F.R. I would say training from what we're talking about. The problem is the airlines are so short-staffed, and the airports are short-staffed that we don't have enough people to do the job correctly. And that makes it challenging for the staff, it makes it tough for the customers, and it makes it difficult for the airport and the airlines. If we're going to start over and worry about all this security stuff, we need to start at the beginning, and it needs to start at the ticket counter. We need sufficient staff to observe and assist the customers and create a prescreening process. Like I'm sure you've experienced when you travel internationally, start at the ticket counter with the questions and continue that process.

T.O. In the early days, one of the flight attendants' duties was to reassure passengers that they would take the flight feeling comforted. Have we forgotten that?  

F.R. We have because if you look at how times have changed, the planes have become bigger. Two hundred people on the planes, we're squeezing people in. Flight attendants have more work and fewer flight attendants on the aircraft. They go with the minimum, So, you've got four flight attendants handling 200 people. It's very hard for them to provide customized service. It's hard for them to help when needed. Now, now and then, you'll see where an inflight crew member does a fantastic job helping somebody who's having issues. And that's outstanding. But it should always be to help people who are afraid to fly or have challenges such as Physical issues or Mental issues.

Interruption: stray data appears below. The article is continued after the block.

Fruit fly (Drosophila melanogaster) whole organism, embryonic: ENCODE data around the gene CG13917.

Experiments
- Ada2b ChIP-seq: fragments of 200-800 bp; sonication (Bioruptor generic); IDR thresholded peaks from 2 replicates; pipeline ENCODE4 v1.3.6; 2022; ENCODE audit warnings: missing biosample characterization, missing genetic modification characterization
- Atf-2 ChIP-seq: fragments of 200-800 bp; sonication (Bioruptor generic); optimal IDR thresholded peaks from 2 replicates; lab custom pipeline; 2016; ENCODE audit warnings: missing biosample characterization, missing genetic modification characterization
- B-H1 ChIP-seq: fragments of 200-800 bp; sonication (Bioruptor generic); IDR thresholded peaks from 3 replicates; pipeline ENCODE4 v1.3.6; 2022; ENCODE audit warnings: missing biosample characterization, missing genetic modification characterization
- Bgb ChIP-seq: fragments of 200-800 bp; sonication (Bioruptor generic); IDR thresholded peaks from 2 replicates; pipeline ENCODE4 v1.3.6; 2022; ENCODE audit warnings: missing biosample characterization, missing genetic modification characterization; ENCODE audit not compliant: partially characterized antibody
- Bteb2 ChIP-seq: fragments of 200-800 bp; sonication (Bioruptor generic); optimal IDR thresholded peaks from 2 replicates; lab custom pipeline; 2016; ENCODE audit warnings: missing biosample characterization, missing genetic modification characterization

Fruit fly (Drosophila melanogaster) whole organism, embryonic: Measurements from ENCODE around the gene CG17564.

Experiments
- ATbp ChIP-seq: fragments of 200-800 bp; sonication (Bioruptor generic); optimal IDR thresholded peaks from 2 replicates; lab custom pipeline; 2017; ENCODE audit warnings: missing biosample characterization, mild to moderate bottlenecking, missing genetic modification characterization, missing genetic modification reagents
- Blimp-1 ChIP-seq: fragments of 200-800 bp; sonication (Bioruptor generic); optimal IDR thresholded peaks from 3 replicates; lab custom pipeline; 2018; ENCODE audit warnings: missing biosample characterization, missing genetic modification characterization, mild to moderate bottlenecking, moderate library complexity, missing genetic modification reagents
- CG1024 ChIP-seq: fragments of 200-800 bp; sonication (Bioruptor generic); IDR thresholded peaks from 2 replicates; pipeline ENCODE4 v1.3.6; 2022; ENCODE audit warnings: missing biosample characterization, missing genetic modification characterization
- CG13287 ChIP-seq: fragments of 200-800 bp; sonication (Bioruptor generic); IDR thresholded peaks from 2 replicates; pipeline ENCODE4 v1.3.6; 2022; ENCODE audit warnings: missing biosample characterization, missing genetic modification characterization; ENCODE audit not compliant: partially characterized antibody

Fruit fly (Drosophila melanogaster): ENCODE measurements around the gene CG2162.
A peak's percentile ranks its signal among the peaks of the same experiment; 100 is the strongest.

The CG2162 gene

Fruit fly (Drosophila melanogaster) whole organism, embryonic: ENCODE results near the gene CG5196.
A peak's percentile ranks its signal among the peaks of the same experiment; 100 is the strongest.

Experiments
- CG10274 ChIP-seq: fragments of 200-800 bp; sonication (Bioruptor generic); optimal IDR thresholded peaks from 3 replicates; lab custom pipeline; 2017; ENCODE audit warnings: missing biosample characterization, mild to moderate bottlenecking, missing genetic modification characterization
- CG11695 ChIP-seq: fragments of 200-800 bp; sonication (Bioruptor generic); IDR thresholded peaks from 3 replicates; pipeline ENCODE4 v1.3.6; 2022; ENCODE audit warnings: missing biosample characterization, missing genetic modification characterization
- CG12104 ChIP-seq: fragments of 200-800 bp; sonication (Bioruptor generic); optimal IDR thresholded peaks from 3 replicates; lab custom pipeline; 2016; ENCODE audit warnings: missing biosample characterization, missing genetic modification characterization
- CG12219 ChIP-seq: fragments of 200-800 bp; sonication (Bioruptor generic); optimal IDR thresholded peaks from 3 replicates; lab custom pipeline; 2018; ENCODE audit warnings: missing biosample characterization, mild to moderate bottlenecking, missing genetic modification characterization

T.O. I don't even know if passengers are aware that for crew members, the safety of the flight is the number one priority. Customer service comes only after the security of flight. Some passengers are coming on board like it's a five-star hotel and they are not thinking about the safety rules and regulations and are willing to have only five-star customer service. Even if it is a low-cost airline, should we remind passengers that safety comes first? I'm apprehensive about the mental health of crew members. They are overworking. What needs to be done if we talk about training in that matter?